It's important to set the scene, especially in an online format like this where someone may start reading your newest piece without having read would you wrote weeks or months earlier. Even though I read the earlier pieces, it took a long while to re-establish some of the scene details in my head -- even the very basic fact that they were underwater. It also would have been good to explain more of what was sealed, who and what Kobvan was/is, before everything went to hell.
I know some of the details from the back and forth of your submissions, but a lot of those details were avoided or glossed over in the chapters. I'm not even completely sure what Kobvan looks like. Demons can look like many things, after all. I had thought of the traditional winged demon at first, but there was mention of a quadruped, also.
The battle started out good, but I think you lost your stride when Velden was knocked out. There's a passing note that she wakes up hours later (I'm not sure if this is meant to be literal or just feel like hours later), and you have Gwen fighting with a sword, assumed to be from a Sword Rain. Fair enough, but then you swap perspectives to Gwen, showing her losing momentum until surprise, Velden saves her. If you planned to write from Gwen's perspective, it would have been better to skip the part of Velden waking up, show a little more of Gwen fighting, and then it raises the suspense until Velden comes in with the save. Even here, the fight's not bad, yet.
It's after that, when Gwen is dying, the demon is dying, and Velden is dying, that the sense of urgency is just absent. Velden leaves, hunts for half an hour for a gem, then returns, casts several spells and rituals, at least one of which you describe as feeling like it takes hours. The best comparison I can draw for you would be FMA, when Ed has to save Al's soul after the human transmutation. He's bleeding out from the leg, realizes his brother is gone, and in a snap judgment and moment of panic, he uses his newfound knowledge to imbue his brother's soul into the nearest thing at hand, the suit of armor. Even rushing, he nearly dies from the bloodloss and Al has to rush his body over to Pinako.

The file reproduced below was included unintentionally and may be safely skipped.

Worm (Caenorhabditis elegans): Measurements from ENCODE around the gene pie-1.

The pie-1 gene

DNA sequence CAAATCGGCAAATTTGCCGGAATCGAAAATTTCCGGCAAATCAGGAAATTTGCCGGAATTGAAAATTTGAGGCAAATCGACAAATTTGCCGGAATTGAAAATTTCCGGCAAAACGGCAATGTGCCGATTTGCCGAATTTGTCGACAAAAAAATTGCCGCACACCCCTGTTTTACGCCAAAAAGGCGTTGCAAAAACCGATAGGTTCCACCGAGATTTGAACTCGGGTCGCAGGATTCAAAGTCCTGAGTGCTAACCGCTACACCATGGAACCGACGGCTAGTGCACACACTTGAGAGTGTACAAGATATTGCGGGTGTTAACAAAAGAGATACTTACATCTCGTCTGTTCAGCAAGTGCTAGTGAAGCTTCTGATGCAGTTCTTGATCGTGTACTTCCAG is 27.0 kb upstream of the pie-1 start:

That urgency was needed here, a sense that Gwen's life was in danger, that Velden is making a sacrifice for her. The way this is written, it feels like the only thing sacrificed was time and pulveris, when I know that wasn't the intent.
Mechanically, dialogue punctuation is always something to pay attention to, particularly when transitioning out of an exclamation or a question. Internal monologue is usually denoted in italics, and in a few spots you do this, but in most you don't. The horizontal lines were placed in odd locations. I couldn't tell why some of them were there. The spelling and verbiage, however, was good and your sentence and paragraph flow was also pretty good. Your biggest issues were just the punctuation and the coding.